The words will ring hollow if the actions don’t follow. Julien being tough on Danault and then giving him the pat-on-the-back approach would’ve meant less without the opportunity being presented to Danault to prove himself.
It may seem like a small thing but starting Danault in Thursday’s game was that opportunity. Having Danault’s line jump over the boards more frequently as a reward for how he started was that opportunity.
Which brings us to Carey Price.
We’re not sure if Julien intends to start the goaltender against Ottawa on Saturday after a less-than-satisfactory performance in Thursday’s loss, but we would.
We understand Julien has a plan to keep both Price and backup Jake Allen fresh — to rely on both throughout the season so that Price has his best when it matters most — but Price hasn’t had his best since the season started, and that might have something to do with him not being in the rhythm he’s been accustomed to over the last few years.
Historically, Price has a .923 save percentage after three or more days of rest. But it’s our view that he needs to get some action in to get to a point where that rest is as beneficial as it has been in the past.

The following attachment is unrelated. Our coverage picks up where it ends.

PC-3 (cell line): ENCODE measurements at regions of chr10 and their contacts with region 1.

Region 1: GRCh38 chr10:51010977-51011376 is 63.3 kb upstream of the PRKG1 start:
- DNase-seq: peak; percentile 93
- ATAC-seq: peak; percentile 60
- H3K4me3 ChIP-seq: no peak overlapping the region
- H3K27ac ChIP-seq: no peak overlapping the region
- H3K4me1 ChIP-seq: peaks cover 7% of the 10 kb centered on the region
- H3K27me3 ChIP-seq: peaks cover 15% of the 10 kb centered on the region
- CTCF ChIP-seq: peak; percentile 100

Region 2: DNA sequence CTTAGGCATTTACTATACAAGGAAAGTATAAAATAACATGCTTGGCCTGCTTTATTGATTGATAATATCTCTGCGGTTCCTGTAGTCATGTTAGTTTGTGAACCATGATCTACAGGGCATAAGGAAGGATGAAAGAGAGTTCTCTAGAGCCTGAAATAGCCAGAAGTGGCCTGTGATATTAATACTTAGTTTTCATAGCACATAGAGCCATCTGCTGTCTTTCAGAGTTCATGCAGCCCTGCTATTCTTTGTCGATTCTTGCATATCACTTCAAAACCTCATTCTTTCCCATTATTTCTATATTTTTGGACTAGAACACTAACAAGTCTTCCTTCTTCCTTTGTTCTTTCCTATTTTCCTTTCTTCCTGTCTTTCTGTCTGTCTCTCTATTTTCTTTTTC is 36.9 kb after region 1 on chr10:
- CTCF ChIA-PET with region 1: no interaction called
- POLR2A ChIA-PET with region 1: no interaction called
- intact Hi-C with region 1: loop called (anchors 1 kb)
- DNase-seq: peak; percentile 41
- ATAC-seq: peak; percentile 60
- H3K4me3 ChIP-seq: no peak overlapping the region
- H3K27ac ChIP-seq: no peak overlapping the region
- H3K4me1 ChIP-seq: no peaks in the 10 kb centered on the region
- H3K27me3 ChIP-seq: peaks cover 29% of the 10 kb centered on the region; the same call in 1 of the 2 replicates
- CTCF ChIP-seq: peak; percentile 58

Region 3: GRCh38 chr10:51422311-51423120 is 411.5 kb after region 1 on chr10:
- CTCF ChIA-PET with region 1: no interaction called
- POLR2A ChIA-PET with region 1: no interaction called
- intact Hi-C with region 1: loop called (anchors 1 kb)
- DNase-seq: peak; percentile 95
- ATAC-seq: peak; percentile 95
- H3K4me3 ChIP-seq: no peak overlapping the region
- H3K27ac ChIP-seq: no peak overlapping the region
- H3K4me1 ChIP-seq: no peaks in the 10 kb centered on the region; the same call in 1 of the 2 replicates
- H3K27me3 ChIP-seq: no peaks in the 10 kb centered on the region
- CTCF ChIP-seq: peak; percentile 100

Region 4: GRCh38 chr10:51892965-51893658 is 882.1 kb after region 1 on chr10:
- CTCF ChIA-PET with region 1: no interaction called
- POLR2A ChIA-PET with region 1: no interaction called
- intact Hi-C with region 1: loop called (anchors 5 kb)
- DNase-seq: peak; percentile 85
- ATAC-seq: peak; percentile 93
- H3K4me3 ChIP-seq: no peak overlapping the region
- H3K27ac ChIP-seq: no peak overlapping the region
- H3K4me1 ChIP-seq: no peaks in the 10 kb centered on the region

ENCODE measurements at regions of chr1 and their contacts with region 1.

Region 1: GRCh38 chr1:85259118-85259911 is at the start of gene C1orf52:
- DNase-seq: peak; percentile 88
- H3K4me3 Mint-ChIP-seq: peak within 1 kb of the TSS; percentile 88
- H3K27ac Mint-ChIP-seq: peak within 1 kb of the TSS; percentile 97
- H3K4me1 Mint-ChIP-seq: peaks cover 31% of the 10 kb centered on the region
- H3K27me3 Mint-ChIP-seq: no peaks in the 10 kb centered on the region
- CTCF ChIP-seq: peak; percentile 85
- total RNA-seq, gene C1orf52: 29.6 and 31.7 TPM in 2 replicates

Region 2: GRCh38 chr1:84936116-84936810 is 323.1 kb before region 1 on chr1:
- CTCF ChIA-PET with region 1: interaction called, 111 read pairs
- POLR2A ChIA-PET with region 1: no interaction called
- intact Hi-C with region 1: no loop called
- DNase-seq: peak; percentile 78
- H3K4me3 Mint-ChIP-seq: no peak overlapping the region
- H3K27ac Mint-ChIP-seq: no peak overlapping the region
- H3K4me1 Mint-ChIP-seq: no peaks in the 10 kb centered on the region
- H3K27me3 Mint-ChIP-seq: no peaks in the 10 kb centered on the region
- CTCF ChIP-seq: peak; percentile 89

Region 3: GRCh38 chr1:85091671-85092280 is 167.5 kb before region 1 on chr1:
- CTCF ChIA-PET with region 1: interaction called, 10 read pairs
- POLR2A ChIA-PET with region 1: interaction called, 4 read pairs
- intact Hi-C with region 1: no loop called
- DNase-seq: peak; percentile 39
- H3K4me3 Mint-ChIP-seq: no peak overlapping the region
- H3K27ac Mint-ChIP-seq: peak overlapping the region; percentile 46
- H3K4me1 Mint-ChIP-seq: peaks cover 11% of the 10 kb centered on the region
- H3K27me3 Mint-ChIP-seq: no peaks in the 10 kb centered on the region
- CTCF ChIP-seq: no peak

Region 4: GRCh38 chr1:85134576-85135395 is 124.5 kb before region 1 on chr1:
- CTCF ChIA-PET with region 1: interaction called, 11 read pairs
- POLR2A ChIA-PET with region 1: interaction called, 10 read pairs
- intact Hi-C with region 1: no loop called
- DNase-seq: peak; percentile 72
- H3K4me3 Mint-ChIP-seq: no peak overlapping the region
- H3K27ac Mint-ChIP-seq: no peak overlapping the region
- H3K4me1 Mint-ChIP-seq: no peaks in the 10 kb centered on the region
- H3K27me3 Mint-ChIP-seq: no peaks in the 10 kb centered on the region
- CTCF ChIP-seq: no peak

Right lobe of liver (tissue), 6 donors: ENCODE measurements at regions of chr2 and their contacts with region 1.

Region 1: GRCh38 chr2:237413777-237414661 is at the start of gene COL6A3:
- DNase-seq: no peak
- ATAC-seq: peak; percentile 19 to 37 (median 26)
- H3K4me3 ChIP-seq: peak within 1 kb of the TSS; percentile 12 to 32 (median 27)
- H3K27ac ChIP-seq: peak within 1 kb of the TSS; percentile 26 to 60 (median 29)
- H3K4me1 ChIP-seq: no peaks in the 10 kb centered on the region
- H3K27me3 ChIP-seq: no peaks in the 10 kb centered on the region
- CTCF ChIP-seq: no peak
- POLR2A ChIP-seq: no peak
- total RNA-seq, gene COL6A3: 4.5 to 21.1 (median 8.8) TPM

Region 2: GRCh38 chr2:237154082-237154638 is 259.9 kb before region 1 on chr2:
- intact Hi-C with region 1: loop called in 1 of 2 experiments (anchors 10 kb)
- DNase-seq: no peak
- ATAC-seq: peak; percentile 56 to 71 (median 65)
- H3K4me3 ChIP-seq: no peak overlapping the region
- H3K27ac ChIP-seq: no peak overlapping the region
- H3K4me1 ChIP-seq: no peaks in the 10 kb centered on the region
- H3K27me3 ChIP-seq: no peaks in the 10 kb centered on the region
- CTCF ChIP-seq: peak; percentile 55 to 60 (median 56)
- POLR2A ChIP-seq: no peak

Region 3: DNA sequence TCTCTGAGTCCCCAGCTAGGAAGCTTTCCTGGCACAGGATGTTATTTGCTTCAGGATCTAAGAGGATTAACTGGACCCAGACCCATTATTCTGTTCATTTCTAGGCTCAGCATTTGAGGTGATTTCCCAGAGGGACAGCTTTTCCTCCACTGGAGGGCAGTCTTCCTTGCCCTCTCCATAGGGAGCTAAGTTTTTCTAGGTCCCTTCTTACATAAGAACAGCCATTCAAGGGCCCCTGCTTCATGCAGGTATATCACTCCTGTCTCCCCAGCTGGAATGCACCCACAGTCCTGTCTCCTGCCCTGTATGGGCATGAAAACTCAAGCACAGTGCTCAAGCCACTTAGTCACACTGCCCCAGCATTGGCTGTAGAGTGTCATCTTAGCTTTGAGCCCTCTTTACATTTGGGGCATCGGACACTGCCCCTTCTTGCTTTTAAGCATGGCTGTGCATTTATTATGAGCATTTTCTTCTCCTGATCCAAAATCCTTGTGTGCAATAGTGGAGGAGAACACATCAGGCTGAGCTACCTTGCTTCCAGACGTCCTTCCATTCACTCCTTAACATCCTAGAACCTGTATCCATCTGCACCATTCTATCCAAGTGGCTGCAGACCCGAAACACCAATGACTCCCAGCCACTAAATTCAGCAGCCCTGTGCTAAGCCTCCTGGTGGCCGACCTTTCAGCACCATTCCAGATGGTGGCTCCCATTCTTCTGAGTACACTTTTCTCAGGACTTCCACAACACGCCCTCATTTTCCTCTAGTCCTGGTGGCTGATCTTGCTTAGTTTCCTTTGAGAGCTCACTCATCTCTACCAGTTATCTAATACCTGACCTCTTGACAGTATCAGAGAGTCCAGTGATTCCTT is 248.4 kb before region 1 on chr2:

When we asked Price if an adjustment was required to the change in frequency of his starts, he deferred.
“Jake’s playing some great hockey right now,” he said after allowing three goals to the Senators. “And when you have a goaltender playing well like that, why not throw him in there? He’s had an excellent work ethic and he’s playing some quality minutes for us, so we’re definitely — especially me — thankful to have him here.”
We interpreted that three ways: 1) Price didn’t want to make an excuse for why his play hasn’t been up to the level he’s capable of so far (he has an .899 save percentage). 2) He particularly didn’t want to use this excuse and come across as selfish. 3) We believe what he’s saying is genuine — that he is appreciative of how Allen is playing and is thankful to have him there for all the reasons the Canadiens believe having a goaltender of Allen’s quality behind Price will be beneficial.
But we don’t see Price being any different than Suzuki or Danault. We bet he’s anxious to get back in the net and be among the Canadiens redeeming themselves in the rubber match against the Senators on Saturday, and we’d give him that opportunity.
We’ll understand if Julien doesn’t in the end. Following Saturday’s game, the Canadiens are off until Wednesday, when Price will likely play against the Toronto Maple Leafs, and it would be reasonable for the coach to not want Allen to be sitting from this past Tuesday to next Thursday, when the Edmonton Oilers visit.
But it’s our opinion the net-positive of Price starting and potentially having a confidence-inspiring performance ahead of Wednesday would outweigh the negative of Allen starting Thursday off a bit rusty. And if Price doesn’t rise to the challenge Saturday, then we’d understand Allen taking the net Wednesday instead of Thursday. We think Price would understand, too.